Please create an account to participate in the Slashdot moderation system


Forgot your password?
Government The Courts

Court Takes Away Some of the Public Domain 431

An anonymous reader writes "In yet another bad ruling concerning copyright, a federal appeals court has overturned a lower court ruling, and said that it's okay for Congress retroactively to remove works from the public domain, even if publishers are already making use of those public-domain works. The lower court had said this was a First Amendment violation, but the appeals court said that if Congress felt taking away from the public domain was in its best interests, then there was no First Amendment violation at all. The ruling effectively says that Congress can violate the First Amendment, so long as it feels it has heard from enough people (in this case, RIAA and MPAA execs) to convince it that it needs to do what it has done." TechDirt notes that the case will almost certainly be appealed.
This discussion has been archived. No new comments can be posted.

Court Takes Away Some of the Public Domain

Comments Filter:
  • by networkBoy ( 774728 ) on Tuesday June 22, 2010 @01:38PM (#32655522) Journal

    They are more closely related to kimono dragons and pit vipers. I hereby move that we strip serpent people of their rights as citizens of the US.

    In an aside, if there is a work in the PD and I am using it right now, then congress removes it from the public domain, how does that shake out?
    Is it like when a GPL project goes closed source, where I can continue with the fork I've made, or is it as I expect (all fscked up) and I immediately am infringing and can be sued?

  • by Anonymous Coward on Tuesday June 22, 2010 @01:42PM (#32655588)

    This is absolutely the correct conclusion to the Golan case. As someone who wrote a 20 page term paper on this case for an International Intellectual Property class in law school, I understand the OP's concern, but this decision will have far narrower application than imagined. It is absolutely ESSENTIAL if we are going to meet our obligations under TRIPs in order to avoid WTO sanctions, and it will apply only to a small subset of authors who utilized a small subset of works that fell into the public domain because the US /wasn't/ following its treaty obligations for a number of years.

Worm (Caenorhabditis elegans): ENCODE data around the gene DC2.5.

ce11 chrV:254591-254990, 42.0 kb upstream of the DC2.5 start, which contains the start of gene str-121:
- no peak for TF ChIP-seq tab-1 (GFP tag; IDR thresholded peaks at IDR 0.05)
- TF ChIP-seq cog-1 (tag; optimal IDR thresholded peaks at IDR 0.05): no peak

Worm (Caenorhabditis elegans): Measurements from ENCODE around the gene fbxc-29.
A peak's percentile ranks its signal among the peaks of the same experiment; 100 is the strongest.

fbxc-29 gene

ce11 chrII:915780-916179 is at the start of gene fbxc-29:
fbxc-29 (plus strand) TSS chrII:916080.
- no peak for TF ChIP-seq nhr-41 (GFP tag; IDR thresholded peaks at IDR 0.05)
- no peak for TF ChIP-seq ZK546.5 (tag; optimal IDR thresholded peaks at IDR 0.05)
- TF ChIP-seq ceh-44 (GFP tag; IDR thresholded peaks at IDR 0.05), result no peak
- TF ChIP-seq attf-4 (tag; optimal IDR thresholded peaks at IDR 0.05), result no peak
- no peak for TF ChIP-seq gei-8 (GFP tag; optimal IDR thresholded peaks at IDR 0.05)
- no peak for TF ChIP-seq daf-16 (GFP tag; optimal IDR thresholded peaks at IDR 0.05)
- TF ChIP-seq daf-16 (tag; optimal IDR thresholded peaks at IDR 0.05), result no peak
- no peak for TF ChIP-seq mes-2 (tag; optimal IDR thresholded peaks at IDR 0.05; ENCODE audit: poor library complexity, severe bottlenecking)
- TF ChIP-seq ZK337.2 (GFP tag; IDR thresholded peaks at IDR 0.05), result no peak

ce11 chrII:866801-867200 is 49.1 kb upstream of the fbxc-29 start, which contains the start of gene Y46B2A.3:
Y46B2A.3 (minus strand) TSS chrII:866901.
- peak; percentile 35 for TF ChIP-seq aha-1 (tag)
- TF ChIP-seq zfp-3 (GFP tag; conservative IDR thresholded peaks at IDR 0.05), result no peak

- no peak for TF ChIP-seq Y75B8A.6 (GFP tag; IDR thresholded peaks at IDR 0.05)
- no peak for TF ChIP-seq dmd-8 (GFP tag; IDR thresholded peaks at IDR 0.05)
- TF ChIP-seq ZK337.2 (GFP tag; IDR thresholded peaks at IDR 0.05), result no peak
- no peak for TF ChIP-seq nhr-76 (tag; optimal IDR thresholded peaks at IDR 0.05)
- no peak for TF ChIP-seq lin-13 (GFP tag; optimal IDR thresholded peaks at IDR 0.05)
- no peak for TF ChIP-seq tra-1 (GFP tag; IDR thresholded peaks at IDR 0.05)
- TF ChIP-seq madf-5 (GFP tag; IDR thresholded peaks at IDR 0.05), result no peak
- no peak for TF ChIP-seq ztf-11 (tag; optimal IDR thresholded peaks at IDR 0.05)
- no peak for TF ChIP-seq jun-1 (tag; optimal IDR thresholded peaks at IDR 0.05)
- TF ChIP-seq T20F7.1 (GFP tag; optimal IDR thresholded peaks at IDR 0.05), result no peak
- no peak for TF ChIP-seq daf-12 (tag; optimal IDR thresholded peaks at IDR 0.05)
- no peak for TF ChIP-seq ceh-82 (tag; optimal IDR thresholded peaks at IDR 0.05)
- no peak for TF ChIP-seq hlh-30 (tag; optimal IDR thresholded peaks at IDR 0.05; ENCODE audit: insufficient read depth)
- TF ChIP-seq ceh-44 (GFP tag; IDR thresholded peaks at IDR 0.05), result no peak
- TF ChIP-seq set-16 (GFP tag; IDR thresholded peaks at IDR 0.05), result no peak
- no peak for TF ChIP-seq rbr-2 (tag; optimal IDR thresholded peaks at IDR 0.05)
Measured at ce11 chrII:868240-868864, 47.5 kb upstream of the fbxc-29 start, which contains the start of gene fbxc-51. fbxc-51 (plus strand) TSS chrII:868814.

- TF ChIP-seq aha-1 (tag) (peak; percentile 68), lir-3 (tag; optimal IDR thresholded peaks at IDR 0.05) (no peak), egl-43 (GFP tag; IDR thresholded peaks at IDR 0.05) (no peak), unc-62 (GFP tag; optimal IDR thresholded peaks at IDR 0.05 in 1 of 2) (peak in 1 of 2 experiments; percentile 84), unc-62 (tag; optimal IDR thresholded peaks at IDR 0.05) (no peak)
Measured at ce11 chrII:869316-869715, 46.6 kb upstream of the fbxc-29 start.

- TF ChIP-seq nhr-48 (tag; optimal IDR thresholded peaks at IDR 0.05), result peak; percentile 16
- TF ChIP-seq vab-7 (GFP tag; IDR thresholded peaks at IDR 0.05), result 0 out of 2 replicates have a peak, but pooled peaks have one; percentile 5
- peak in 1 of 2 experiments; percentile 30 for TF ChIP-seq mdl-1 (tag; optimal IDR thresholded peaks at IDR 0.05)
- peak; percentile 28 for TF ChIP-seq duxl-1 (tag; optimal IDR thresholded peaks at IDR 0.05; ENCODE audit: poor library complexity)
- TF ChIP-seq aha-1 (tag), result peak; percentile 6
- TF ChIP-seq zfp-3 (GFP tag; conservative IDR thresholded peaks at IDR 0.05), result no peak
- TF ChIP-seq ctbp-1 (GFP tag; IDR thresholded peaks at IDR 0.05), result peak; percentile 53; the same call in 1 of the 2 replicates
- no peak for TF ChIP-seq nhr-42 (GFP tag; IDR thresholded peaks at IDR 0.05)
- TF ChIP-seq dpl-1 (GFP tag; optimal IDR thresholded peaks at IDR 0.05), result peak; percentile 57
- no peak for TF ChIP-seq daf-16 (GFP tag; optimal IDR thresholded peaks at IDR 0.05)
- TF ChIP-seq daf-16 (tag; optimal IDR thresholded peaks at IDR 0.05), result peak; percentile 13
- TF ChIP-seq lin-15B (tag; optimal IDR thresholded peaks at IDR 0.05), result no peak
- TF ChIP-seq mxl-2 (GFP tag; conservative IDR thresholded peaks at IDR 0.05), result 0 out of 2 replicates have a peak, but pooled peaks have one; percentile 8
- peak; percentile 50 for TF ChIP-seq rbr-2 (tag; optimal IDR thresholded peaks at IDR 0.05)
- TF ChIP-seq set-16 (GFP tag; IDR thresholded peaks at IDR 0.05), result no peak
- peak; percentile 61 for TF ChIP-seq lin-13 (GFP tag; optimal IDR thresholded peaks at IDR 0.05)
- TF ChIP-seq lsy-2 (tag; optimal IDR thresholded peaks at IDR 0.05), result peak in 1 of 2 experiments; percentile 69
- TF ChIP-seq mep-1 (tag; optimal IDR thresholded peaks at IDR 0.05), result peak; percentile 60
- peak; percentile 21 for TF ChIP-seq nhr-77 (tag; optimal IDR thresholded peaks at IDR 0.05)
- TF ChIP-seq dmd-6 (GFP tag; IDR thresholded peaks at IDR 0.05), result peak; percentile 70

Important decision this is, but the sky ain't falling yet.

  • by SunSpot505 ( 1356127 ) on Tuesday June 22, 2010 @01:57PM (#32655844)
    Disney has already been doing this much more effectively for years. You would think that Mickey Mouse would be public domain, but every time he gets close to the public, there is a nice bill through congress that extends the expiration date. You can look at Wikipedia [] for more on the "Mickey Mouse Protection Act", but it's hardly a surprise that corporations are attempting to circumvent limitations to IP ownership.

    What worries me the most is that, if Mickey can get his rat ass protected, what will Congress see fit to remove from the Public Domain, and just how much of a campaign donation does it take to do it?
  • by unity100 ( 970058 ) on Tuesday June 22, 2010 @02:03PM (#32655946) Homepage Journal
    that patents and copyrights are harmful and detrimental ? and they are going towards intellectual feudalism ?
  • by ( 1665555 ) on Tuesday June 22, 2010 @03:12PM (#32656842)
    This is less of a problem of movies and music, but if this ruling is allowed to stand a very large amount of books will cease to be public domain. One example of a work under essentially perpetual copyright in the UK is the King James version of the Bible. I'm sure there are plenty of other examples which could be dredged up as well.
  • by TheABomb ( 180342 ) on Tuesday June 22, 2010 @03:57PM (#32657412)

    No Bill of Attainder or ex post facto Law shall be passed.

    I know the whole "for limited times" provision was held by the Supreme Court to mean "for unlimited time", but c'mon? What part of "No" don't they understand? For that matter, where is the "just compensation" without which "nor shall private property be taken for public use" according to the Fifth Amendment?

  • by careysub ( 976506 ) on Tuesday June 22, 2010 @04:32PM (#32657854)

    So, groups dedicated to gaining power to dictate the behavior of others (political power) are more moral than groups dedicated to acquiring greater wealth (economic power)?

    There is no such dichotomy.

    There are groups dedicated to "gaining political power" (loaded phrasing for "influencing public policy", they aren't political parties and thus never have political power directly) and then there are corporations that already have power (through their wealth) and wish to increase that power, AND IN ADDITION are ALSO dedicated to "gaining political power" (that is, influencing public policy).

    It is a very tilted playing field, with corporations already having tremendous advantages over everyone else, and always seeking to increase those advantages.

    Pretending that there is any sort of equivalence between public non-profits, and international corporations in influence, or morality, or anything else is as crazy as asserting that negotiations between an individual employee and an international corporation over terms of employment is one between equals.*

    *Many right wingers will fail to see the preposterousness of this latter example; for them there is no hope of enlightenment.

  • by tombeard ( 126886 ) on Tuesday June 22, 2010 @05:55PM (#32658954)

    I believe during WW2 the government did confiscate patents.
    Hank Reardens miracle metal story in Atlas Shrugged is based on the confiscation of the aluminum patent.

"Well, social relevance is a schtick, like mysteries, social relevance, science fiction..." -- Art Spiegelman